Friday, 12 June 2015

Black Dog Field Notes

Ian Humberstone navigates Troller's Gill in the Yorkshire Dales. This limestone gorge is said to be the spot where a wizard met his maker at the muzzle of a barguest. The tradition is long-standing in the district, and commemorated by a ballad dating to the early nineteenth century.

The Wambarrows on Winsford Hill in Somerset. These ancient tumuli are rumoured to conceal a hidden treasure, which is guarded by a ghostly black dog. The phantom is said to appear on autumn nights, its saucer eyes glowering in the gloom. Approach it and death will follow, stand motionless and the vision will slowly fade away into the moorland mists.

Arianne Churchman's notebook, laid out on a table at the Locks Inn, Geldeston. In the nineteenth century, a 'Hateful Thing' in the form of a black dog, but keeping no regular shape or size, appeared near here to a mother and daughter. The daughter took great fright at the apparition, but the mother at first saw nothing - it was only on touching her daughter's hand that the creature revealed itself to them both. Great significance was placed upon the fact that the daughter was born 'under the chime hours' and could therefore see things others couldn't.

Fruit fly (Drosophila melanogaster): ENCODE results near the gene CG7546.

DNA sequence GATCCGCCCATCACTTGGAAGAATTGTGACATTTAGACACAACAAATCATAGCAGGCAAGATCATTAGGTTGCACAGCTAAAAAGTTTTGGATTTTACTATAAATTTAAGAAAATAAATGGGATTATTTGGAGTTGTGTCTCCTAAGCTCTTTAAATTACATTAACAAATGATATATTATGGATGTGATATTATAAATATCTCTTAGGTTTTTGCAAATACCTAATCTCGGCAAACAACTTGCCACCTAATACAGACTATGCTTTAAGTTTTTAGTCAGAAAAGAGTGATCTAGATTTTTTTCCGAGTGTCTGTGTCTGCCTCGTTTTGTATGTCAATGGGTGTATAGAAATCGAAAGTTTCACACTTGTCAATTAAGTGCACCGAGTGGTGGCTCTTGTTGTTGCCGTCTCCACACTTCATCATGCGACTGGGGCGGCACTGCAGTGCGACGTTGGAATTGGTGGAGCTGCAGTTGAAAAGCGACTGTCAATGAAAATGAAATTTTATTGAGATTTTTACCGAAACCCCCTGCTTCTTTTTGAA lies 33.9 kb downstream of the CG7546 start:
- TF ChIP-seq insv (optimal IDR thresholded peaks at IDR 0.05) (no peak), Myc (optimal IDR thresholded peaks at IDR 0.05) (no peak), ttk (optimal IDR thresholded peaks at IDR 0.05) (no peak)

David Chatton Barker takes a break at Black Dog village in Devon. A black dog was said to haunt the well here at the time of the Civil War. More recently, a procession, involving guisers decked out in a black dog costume, was set up in the 1990s to honour similar reports of 'a beast' seen along the local roads.

The black dog weather vane in Bungay, Suffolk. On the fourth of August, 1577, a great tempest occurred here during divine service at St. Mary's church. A contemporary pamphlet records that in the midst of the storm a black dog, or 'the devil in such a likenesse', ran about the church assaulting the parishioners. Several are said to have been slain by the creature, which caused one man to shrivel up like a piece of leather 'scorched in a hot fire'. The Black Dog of Bungay has since become a local emblem.

The interior of Dob Park Lodge, an austere Tudor ruin overlooking the Washburn Valley near Harrogate. Legend tells us that in the foundations of this old manor there are a number of hidden passageways and chambers. It is said that deep down within the subterranean lair there lives a talking barguest that guards a chest of gold from any foolhardy enough to seek it.